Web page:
Household items are the most commonly used moveable assets by individuals to secure short-term loans from lenders in Kenya.
Other movable properties that is securitisable include motor vehicles, furniture, office equipment and livestock.
Available records, published in the Shared Value Report 2019 by the Kenya Bankers Association (KBA), indicate that as at May 2017, there were 198, 873 loans given out by KCB, KWFT and Co-operative Bank, using household items as collateral.
This was followed by 86,010 loans by NIC, Equity, KCB, CBA and Platinum Credit, using motor vehicle as collateral.
The drive to use moveable assets as collateral for bank loans comes in the wake of concerns that lenders have ignored these items, closing up the credit market to the mostly small and medium-sized enterprises and individuals.
In a report by Financial Sector Deepening, as of the end of January 2019, there were 183,487 loans registered on the Moveable Assets Registry worth KSh 3.65 trillion (USD 36.5 billion) and more than 13,000 searches were conducted since the launch of the registry in May 2017.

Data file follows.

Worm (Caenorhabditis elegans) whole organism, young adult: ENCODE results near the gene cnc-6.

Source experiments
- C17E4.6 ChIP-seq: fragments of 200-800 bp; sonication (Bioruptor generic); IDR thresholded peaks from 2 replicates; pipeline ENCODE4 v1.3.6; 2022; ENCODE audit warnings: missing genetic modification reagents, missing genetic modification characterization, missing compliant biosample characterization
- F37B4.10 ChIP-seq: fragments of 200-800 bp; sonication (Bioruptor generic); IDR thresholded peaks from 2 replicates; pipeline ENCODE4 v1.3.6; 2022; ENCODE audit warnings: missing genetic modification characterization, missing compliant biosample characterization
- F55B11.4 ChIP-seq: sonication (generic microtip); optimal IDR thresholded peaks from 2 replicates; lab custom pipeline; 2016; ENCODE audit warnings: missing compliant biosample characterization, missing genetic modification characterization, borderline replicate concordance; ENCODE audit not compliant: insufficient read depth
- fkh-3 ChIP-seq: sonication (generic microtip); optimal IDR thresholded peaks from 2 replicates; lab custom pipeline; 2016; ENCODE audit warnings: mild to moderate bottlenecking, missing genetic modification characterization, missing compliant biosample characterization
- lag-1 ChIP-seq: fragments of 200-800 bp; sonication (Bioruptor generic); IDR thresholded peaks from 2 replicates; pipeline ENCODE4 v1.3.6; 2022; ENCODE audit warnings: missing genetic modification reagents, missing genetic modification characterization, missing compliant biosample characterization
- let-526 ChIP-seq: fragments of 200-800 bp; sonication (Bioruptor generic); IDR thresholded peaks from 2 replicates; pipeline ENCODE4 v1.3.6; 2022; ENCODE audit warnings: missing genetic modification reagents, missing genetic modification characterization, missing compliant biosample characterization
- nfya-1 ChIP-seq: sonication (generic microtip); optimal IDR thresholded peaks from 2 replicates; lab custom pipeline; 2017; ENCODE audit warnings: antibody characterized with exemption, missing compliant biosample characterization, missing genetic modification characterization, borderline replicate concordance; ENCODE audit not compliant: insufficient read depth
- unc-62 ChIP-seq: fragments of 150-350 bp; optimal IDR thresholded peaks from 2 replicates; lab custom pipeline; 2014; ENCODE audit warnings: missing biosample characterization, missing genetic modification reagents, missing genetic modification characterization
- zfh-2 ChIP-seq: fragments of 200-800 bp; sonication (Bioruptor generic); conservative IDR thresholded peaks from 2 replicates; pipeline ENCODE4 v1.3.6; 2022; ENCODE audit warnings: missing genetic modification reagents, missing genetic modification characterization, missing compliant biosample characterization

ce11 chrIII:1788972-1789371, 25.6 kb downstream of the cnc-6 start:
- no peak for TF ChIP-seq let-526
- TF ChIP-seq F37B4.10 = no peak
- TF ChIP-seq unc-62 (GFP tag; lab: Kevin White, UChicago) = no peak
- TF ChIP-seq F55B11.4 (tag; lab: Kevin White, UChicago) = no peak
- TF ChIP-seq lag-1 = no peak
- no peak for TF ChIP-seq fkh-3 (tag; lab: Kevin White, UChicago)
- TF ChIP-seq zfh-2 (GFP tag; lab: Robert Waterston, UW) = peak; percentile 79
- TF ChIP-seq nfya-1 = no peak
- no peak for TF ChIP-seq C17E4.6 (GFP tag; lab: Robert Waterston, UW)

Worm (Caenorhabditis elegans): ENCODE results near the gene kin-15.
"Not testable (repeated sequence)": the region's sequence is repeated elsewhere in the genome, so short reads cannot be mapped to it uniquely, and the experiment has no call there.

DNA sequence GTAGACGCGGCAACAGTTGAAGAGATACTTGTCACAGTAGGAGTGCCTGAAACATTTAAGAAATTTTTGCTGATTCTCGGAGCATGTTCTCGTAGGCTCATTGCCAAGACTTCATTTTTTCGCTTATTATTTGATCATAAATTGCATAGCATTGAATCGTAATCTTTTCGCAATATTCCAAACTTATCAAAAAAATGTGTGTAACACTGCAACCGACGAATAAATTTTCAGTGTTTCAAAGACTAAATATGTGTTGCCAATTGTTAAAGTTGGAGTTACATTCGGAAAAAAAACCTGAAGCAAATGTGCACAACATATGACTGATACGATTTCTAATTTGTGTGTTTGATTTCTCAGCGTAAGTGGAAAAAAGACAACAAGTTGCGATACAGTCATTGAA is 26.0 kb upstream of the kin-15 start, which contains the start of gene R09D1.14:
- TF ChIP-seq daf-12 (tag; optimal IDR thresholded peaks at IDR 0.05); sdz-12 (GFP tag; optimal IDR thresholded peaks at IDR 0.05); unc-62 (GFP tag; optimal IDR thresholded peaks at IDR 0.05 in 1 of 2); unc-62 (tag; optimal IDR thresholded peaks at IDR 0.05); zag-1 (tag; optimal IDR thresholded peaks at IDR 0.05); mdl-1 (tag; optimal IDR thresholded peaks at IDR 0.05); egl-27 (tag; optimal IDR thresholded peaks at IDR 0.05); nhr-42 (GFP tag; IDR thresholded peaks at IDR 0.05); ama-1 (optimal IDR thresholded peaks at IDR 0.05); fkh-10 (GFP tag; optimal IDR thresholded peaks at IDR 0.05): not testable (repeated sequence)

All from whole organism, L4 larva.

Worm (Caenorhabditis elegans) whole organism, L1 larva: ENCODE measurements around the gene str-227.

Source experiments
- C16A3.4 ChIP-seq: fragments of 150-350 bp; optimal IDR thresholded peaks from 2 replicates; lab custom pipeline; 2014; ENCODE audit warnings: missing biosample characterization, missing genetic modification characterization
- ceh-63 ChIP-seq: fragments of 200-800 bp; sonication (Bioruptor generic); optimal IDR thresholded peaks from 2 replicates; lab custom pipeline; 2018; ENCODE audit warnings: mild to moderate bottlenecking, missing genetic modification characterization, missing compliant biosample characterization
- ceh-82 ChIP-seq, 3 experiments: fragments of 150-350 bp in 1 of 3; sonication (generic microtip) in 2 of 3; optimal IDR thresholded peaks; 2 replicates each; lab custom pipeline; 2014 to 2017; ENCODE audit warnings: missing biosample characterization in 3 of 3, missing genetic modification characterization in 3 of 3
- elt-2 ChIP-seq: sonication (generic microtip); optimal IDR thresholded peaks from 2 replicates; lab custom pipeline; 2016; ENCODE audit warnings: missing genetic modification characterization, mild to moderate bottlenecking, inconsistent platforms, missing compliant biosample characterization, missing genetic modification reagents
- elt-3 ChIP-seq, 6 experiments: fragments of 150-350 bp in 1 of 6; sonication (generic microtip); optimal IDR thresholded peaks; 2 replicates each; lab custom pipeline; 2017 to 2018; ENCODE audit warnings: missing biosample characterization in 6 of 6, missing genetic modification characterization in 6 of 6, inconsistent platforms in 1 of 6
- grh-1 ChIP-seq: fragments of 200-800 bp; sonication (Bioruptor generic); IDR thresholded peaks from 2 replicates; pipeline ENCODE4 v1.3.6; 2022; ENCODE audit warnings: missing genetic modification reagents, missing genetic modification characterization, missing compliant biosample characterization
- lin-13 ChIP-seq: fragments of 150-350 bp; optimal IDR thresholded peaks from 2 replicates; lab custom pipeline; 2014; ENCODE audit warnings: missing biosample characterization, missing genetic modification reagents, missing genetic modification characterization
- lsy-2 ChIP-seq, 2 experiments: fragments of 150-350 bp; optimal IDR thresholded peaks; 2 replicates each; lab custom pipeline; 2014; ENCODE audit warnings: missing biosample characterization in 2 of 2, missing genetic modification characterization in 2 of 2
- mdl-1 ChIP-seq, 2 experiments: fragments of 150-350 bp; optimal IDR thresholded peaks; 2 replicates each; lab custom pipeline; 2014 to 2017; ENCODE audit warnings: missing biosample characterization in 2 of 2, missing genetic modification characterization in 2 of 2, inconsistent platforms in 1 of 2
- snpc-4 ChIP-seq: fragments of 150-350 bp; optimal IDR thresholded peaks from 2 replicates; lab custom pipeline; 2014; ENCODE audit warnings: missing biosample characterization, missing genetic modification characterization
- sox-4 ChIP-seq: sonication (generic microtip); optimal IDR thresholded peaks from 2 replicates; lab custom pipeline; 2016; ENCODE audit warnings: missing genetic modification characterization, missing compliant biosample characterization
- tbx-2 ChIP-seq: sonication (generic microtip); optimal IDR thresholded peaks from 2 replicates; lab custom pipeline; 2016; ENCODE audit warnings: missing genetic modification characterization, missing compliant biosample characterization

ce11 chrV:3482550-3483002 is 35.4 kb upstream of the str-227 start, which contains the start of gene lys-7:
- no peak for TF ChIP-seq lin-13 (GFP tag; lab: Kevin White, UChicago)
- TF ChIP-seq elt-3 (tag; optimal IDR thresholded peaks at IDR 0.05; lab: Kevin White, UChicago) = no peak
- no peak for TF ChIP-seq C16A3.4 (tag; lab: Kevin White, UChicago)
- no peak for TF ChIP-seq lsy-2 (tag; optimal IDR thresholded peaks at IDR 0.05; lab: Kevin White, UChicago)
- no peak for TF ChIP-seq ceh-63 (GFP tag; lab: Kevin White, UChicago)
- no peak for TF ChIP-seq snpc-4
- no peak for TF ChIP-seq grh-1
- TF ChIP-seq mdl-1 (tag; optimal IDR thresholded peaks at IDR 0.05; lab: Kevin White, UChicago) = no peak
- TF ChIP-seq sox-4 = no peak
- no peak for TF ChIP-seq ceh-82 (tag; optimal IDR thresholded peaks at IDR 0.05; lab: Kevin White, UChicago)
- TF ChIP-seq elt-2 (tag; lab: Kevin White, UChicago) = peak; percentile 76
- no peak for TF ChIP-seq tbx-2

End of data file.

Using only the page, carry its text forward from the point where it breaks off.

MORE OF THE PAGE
Borrowers register their collateral at the eCitizen online platform, where the first registry of its kind in East Africa was recently set up. The banks use the collateral registry to determine the risk profile and subsequent facility for which the client qualifies.
The registry is a departure from the tradition of using immovable assets – primarily land and buildings – that are beyond the reach of most Kenyans.
The Movable Property Security Rights Act, 2017 is aimed at enabling banks lend to individuals and SMEs with assets such as household goods, livestock and unsold stock. The Act also accommodates individuals working in the creative industry who can value their assets and obtain facilities against them.
At present, an artist can demonstrate to a bank that they have performance contracts lined up and are thus assured of cash flow to enable them to service the facility they seek.
“The diversity of assets registered on the eCitizen platform demonstrates the immense potential of this innovative system which is sure to transform how Kenyans borrow,” said the KBA report.
It is worth noting that non-bank lenders are also utilizing the registry to extend credit to individuals and enterprises.